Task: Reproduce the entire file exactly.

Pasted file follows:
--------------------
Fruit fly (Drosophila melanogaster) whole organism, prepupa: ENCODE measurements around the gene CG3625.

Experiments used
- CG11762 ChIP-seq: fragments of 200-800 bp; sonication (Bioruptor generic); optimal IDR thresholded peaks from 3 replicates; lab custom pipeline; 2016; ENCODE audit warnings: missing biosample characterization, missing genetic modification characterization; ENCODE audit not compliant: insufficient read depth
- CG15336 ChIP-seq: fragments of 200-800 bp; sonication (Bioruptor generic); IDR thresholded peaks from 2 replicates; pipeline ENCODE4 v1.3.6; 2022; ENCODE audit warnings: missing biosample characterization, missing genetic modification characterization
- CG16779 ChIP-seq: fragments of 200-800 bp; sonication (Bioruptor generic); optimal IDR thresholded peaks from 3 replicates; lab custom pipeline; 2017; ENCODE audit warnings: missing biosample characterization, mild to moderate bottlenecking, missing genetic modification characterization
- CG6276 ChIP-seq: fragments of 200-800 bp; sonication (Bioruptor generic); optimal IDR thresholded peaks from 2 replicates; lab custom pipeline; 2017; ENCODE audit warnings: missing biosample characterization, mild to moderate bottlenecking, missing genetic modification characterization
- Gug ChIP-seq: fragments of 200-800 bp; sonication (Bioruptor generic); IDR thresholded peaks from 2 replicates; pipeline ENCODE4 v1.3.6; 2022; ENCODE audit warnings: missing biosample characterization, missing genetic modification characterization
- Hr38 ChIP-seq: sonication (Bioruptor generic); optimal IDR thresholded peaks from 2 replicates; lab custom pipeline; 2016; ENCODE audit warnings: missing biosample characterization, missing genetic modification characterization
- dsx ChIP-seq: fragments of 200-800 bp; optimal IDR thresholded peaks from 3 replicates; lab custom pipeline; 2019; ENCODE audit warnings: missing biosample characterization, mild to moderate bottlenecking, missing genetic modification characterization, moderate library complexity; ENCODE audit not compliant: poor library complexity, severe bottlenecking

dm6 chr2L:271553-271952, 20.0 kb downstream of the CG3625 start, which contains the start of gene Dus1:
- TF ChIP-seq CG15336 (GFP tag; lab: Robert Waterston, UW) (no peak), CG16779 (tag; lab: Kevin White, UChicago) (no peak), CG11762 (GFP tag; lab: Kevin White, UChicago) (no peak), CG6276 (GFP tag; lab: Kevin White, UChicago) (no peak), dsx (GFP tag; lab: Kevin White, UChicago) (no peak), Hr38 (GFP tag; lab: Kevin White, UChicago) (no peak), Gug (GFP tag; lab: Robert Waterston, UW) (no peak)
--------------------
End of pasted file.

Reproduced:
Fruit fly (Drosophila melanogaster) whole organism, prepupa: ENCODE measurements around the gene CG3625.

Experiments used
- CG11762 ChIP-seq: fragments of 200-800 bp; sonication (Bioruptor generic); optimal IDR thresholded peaks from 3 replicates; lab custom pipeline; 2016; ENCODE audit warnings: missing biosample characterization, missing genetic modification characterization; ENCODE audit not compliant: insufficient read depth
- CG15336 ChIP-seq: fragments of 200-800 bp; sonication (Bioruptor generic); IDR thresholded peaks from 2 replicates; pipeline ENCODE4 v1.3.6; 2022; ENCODE audit warnings: missing biosample characterization, missing genetic modification characterization
- CG16779 ChIP-seq: fragments of 200-800 bp; sonication (Bioruptor generic); optimal IDR thresholded peaks from 3 replicates; lab custom pipeline; 2017; ENCODE audit warnings: missing biosample characterization, mild to moderate bottlenecking, missing genetic modification characterization
- CG6276 ChIP-seq: fragments of 200-800 bp; sonication (Bioruptor generic); optimal IDR thresholded peaks from 2 replicates; lab custom pipeline; 2017; ENCODE audit warnings: missing biosample characterization, mild to moderate bottlenecking, missing genetic modification characterization
- Gug ChIP-seq: fragments of 200-800 bp; sonication (Bioruptor generic); IDR thresholded peaks from 2 replicates; pipeline ENCODE4 v1.3.6; 2022; ENCODE audit warnings: missing biosample characterization, missing genetic modification characterization
- Hr38 ChIP-seq: sonication (Bioruptor generic); optimal IDR thresholded peaks from 2 replicates; lab custom pipeline; 2016; ENCODE audit warnings: missing biosample characterization, missing genetic modification characterization
- dsx ChIP-seq: fragments of 200-800 bp; optimal IDR thresholded peaks from 3 replicates; lab custom pipeline; 2019; ENCODE audit warnings: missing biosample characterization, mild to moderate bottlenecking, missing genetic modification characterization, moderate library complexity; ENCODE audit not compliant: poor library complexity, severe bottlenecking

dm6 chr2L:271553-271952, 20.0 kb downstream of the CG3625 start, which contains the start of gene Dus1:
- TF ChIP-seq CG15336 (GFP tag; lab: Robert Waterston, UW) (no peak), CG16779 (tag; lab: Kevin White, UChicago) (no peak), CG11762 (GFP tag; lab: Kevin White, UChicago) (no peak), CG6276 (GFP tag; lab: Kevin White, UChicago) (no peak), dsx (GFP tag; lab: Kevin White, UChicago) (no peak), Hr38 (GFP tag; lab: Kevin White, UChicago) (no peak), Gug (GFP tag; lab: Robert Waterston, UW) (no peak)